Uganda’s Museveni extends the 35-year rule

Uganda’s Yoweri Museveni has won a sixth term, the election commission said on Saturday, expanding its 35-year rule after a vote that his main rival said was distorted by fraud.

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The 76-year-old leader, who took power in 1986, is one of Africa’s longest-serving presidents. He was accused of crushing the opposition and the media ahead of one of the most violent election campaigns in recent years.

Museveni won with 58.6% of the vote after a fierce battle by the 38-year-old former reggae singer Bobi Wine, who fired a youthful population where three quarters are under 30 years old.

The wine was under heavy guard at his home on the outskirts of Kampala when the results were announced, and his party said he was under “effective house arrest”. The government said it only gave him security.

The singer who became MP was among ten opposition candidates and came in second place with 34.8% of the vote. “Election Commission declares Yoweri Museveni … elected President of the Republic of Uganda,” said Electoral Commission President Justice Justice Simon Mugenyi Byabakama. He said turnout was 57.22% of nearly 18 million registered voters.

Security forces poured into the streets of Kampala after the announcement, with a soldier on top of an armored vehicle urging citizens to maintain social distance when a helicopter buzzed overhead. Pictures on state television showed cheering Museveni supporters in his home district waving flags and cheering, while soldiers in the capital helped marshal motorcyclists for a parade – leaving them with yellow vests and Museveni posters.

Museveni, in an extensive speech on state television after the announcement, thanked his supporters and said that “the only thing to avoid is violence.” “I think this may turn out to be the most cheat-free election since 1962,” when the country gained independence, he said.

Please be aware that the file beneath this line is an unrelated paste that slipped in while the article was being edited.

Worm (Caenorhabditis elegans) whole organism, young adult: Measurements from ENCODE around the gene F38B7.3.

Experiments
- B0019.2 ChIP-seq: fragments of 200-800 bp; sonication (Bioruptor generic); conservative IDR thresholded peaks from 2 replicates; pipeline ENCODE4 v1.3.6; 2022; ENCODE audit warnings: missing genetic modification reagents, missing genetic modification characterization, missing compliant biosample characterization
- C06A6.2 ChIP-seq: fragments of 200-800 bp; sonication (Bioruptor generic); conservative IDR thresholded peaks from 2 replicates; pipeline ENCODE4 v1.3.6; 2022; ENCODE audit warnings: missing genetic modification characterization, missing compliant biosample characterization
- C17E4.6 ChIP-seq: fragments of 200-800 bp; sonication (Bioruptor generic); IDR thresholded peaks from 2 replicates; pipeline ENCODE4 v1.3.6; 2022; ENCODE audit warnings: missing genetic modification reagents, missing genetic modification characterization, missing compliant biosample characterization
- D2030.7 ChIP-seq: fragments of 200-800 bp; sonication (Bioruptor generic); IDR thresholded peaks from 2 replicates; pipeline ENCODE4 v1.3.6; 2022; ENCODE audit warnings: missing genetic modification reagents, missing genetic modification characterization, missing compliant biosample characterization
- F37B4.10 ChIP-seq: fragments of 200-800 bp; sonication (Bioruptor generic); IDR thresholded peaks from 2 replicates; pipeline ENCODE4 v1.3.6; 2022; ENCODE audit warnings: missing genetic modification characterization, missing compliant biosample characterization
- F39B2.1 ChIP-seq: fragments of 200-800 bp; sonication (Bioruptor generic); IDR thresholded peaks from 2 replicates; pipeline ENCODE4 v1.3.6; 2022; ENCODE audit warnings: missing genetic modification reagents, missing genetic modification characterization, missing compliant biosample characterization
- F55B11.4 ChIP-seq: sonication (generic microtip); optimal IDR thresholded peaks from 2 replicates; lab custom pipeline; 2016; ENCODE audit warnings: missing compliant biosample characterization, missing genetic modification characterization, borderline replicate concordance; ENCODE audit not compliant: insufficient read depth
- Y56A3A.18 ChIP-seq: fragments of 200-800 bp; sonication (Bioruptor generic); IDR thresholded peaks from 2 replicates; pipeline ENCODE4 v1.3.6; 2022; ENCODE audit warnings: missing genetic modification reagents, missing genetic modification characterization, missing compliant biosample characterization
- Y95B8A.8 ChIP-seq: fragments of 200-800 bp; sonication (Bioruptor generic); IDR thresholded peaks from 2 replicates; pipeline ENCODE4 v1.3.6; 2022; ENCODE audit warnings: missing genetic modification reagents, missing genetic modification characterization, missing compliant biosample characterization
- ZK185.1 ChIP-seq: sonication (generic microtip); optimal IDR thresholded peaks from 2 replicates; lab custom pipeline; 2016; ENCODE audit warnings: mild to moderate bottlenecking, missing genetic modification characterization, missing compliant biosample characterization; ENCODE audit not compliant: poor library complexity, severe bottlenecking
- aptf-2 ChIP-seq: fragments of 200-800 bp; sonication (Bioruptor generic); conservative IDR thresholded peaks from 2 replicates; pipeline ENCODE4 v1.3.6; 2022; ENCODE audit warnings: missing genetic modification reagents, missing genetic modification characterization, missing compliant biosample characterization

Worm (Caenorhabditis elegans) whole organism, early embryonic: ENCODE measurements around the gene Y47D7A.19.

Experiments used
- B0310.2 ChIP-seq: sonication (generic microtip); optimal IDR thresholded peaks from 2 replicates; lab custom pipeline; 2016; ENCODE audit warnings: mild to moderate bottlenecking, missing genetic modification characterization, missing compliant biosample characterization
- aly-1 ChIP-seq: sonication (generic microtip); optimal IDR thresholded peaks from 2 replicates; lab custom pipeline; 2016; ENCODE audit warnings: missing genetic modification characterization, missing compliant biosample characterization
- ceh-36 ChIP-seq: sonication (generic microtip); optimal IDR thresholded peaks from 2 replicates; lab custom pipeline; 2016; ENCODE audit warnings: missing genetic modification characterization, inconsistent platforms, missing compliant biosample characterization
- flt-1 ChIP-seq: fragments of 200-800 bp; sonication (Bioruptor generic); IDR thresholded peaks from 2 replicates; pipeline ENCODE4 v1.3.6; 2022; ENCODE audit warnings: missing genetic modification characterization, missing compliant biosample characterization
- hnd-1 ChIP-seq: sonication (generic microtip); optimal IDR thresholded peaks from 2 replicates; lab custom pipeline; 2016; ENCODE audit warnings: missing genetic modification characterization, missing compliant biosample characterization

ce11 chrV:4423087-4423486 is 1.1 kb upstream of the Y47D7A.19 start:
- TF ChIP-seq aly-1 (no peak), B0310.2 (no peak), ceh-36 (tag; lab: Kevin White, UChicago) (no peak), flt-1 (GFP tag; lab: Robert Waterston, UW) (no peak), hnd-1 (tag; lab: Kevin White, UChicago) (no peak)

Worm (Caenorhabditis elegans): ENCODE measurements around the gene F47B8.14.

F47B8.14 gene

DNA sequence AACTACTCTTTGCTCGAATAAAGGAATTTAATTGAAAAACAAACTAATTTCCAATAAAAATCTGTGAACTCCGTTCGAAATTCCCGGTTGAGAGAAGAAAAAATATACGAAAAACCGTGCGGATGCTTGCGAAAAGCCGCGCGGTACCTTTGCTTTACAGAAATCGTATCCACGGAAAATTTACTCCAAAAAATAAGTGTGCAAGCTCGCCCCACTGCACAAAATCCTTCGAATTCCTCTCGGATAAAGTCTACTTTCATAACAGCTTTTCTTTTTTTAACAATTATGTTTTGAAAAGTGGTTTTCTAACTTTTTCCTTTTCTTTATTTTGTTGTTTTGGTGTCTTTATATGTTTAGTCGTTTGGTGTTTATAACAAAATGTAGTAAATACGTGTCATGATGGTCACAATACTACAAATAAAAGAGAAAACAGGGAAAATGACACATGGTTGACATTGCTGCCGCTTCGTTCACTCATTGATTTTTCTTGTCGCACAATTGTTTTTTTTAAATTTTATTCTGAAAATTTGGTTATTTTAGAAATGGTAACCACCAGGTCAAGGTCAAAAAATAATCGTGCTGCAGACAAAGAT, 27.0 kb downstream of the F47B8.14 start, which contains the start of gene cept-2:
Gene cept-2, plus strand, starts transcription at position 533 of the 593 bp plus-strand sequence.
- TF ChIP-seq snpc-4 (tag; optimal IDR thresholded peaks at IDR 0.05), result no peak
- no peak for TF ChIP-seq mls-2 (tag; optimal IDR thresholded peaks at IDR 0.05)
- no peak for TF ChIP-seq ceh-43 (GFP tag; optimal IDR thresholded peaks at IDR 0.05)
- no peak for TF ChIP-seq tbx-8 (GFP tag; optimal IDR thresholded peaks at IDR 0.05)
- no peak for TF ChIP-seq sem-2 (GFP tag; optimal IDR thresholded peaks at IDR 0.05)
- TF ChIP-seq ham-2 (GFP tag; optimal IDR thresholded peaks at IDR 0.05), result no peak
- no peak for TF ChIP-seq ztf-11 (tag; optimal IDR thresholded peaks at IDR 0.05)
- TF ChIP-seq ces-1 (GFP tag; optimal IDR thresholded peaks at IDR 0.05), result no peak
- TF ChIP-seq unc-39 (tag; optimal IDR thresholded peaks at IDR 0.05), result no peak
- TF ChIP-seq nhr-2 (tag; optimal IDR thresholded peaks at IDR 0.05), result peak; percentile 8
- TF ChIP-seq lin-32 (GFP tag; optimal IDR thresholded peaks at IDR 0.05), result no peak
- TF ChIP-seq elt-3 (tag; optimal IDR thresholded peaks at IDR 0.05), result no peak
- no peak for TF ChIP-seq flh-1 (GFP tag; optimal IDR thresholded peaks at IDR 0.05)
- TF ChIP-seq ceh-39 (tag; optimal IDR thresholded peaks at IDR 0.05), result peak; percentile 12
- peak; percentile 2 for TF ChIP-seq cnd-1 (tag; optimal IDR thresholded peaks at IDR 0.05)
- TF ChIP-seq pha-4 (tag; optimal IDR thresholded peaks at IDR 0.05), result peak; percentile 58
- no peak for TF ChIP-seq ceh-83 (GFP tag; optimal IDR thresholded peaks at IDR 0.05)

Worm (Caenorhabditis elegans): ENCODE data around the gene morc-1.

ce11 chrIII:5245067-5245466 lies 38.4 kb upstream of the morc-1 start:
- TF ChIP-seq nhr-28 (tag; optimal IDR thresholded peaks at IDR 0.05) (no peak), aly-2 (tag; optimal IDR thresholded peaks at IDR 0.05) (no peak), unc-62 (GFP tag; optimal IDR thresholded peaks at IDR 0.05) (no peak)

However, the election was marked by harassment and arrests by the opposition, attacks on the media and the deaths of at least 54 people. US State Department spokeswoman Morgan Ortagus praised Uganda on Saturday for voting “despite an environment of threats and fears.” Vin claimed widespread fraud as a polling station and said that in some places his party agents had been beaten and chased from polling stations. “What is being explained is a complete hoax, we reject it and we distance ourselves from it,” he said on Friday.

Museveni has ruled Uganda without a break since taking control in 1986, when he helped end years of tyranny under Idi Amin and Milton Obote. Once praised for his commitment to good governance, the former rebel leader has crushed every opposition and adjusted the constitution to run again and again. For many in the country, where the average age is 16 and most have only known one president, Museveni’s glory days are no longer relevant or sufficient.

Wine, with its humble origins in a slum area and popular songs about economic and social injustice, struck a chord with young people. But observers said the odds were stacked against him with Museveni’s powerful grip on the state. However, Win’s newly formed NUP is on its way to becoming the largest opposition party in parliament, especially winning eight of nine constituencies in the capital Kampala.


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